Exploring Mars with CRISM and the Mars Reconnaissance Orbiter
This Web Seminar was developed in collaboration with NASA’s Jet Propulsion Laboratory
(JPL) and Arizona State University’s (ASU) Mars Education Program. The event took
place on Thursday, March 6, 2008, from 6:30 p.m. to 8:00 p.m., Eastern Time. The
presenter was Dr. Scott Murchie from the Johns Hopkins University Applied Physics
Laboratory in Laurel, Maryland. Dr. Murchie is the Principal Investigator for the
CRISM instrument currently aboard the Mars Reconnaissance Orbiter spacecraft at
In this web seminar participants learned about the Compact Reconnaissance Imaging
Spectrometer for Mars (CRISM) instrument that is currently aboard the Mars Reconnaissance
Orbiter (MRO) spacecraft on orbit around planet Mars. The CRISM is one of NASA's
high-tech detectives seeking traces of past and present water on the Martian surface.
Dr. Murchie also spent some time talking about the electromagnetic spectrum.
Thirty-four (34) participants were present at the live Web Seminar in addition to
the presenter, the ASU moderator, and the NSTA staff. Participating educators represented
the states of Alabama, California, Connecticut, Florida, Illinois, Kansas, Maine,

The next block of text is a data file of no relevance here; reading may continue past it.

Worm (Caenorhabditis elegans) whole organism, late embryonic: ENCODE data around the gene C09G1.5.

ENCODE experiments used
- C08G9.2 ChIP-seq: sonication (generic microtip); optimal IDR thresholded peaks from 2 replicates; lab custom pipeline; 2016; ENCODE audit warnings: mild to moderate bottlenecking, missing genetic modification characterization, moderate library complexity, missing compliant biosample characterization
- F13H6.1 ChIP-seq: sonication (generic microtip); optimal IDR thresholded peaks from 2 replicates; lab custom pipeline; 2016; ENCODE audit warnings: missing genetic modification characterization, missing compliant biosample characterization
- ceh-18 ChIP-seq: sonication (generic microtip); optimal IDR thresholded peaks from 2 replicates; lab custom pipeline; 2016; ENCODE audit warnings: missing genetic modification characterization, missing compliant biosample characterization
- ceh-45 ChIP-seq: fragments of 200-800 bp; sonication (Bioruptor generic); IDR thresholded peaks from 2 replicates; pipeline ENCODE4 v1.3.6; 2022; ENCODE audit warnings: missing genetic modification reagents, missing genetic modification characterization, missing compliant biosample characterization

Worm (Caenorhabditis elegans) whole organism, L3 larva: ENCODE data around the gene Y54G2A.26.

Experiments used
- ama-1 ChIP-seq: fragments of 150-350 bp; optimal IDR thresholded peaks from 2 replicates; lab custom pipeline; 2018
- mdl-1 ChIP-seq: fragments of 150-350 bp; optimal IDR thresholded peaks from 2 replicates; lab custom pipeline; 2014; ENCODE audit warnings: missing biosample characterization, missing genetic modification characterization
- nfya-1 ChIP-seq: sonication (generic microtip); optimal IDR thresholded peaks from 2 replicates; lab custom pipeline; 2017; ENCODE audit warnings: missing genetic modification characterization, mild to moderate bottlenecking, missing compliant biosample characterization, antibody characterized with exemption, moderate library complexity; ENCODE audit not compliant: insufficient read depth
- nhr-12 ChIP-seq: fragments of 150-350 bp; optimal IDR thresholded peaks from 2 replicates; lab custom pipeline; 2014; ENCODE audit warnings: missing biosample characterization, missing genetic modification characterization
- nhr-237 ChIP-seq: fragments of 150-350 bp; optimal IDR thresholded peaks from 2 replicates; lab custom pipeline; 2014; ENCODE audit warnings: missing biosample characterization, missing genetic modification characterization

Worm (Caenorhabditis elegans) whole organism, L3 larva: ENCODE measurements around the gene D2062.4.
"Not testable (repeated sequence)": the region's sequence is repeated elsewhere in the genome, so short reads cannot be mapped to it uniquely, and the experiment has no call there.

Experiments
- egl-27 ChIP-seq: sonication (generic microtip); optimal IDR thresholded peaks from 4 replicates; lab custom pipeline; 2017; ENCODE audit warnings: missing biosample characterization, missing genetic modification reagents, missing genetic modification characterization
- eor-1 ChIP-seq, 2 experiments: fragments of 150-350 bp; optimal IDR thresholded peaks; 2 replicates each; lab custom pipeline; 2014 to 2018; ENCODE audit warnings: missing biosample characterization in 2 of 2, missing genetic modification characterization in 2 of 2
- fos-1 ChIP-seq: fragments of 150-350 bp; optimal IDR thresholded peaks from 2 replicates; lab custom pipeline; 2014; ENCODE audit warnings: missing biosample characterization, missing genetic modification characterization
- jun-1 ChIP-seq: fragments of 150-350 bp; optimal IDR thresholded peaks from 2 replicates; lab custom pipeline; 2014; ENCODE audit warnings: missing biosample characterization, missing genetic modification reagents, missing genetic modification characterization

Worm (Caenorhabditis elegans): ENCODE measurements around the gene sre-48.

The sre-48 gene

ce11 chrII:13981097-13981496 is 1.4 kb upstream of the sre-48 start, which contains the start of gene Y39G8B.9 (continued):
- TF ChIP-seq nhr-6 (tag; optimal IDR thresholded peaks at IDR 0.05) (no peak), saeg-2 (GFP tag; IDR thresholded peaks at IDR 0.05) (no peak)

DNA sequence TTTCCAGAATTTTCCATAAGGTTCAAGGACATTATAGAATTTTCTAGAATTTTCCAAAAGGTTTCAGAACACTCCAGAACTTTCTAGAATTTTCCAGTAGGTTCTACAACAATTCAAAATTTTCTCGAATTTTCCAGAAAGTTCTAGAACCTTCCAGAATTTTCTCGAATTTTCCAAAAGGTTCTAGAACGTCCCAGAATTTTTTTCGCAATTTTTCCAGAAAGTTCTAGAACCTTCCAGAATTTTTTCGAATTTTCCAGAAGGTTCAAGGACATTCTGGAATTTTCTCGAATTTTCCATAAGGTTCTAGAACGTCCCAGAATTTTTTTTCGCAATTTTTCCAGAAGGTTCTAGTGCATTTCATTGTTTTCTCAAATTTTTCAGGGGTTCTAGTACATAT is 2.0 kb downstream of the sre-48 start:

Michigan, Minnesota, Missouri, Nevada, New Jersey, New York, Ohio, Oklahoma, Texas,
and Virginia. One participant attended the program from Italy. All participants
received a one-year subscription to one of NSTA’s SciGuides for completing the evaluation
at the end of the program.
Here are some comments provided by the participants at the end of the Web Seminar:
- "It was exciting to listen and learn from the principal investigator of a current
- “I liked having the PowerPoint presentation. I already used it in my classroom.”
- “It was my first experience of a Web Seminar, It was really fantastic,
of the lecturer and tools were interesting, and also the possibility to
- “This really cleared up the whole process of how tools like Crism reveal the
geology of Mars. I also appreciated the detailed description of how the
color images are interpreted!”
Thanks to the participants and the presenter for the learning opportunity, the interactions, and a job well done!
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Underwritten by NASA's Jet Propulsion Laboratory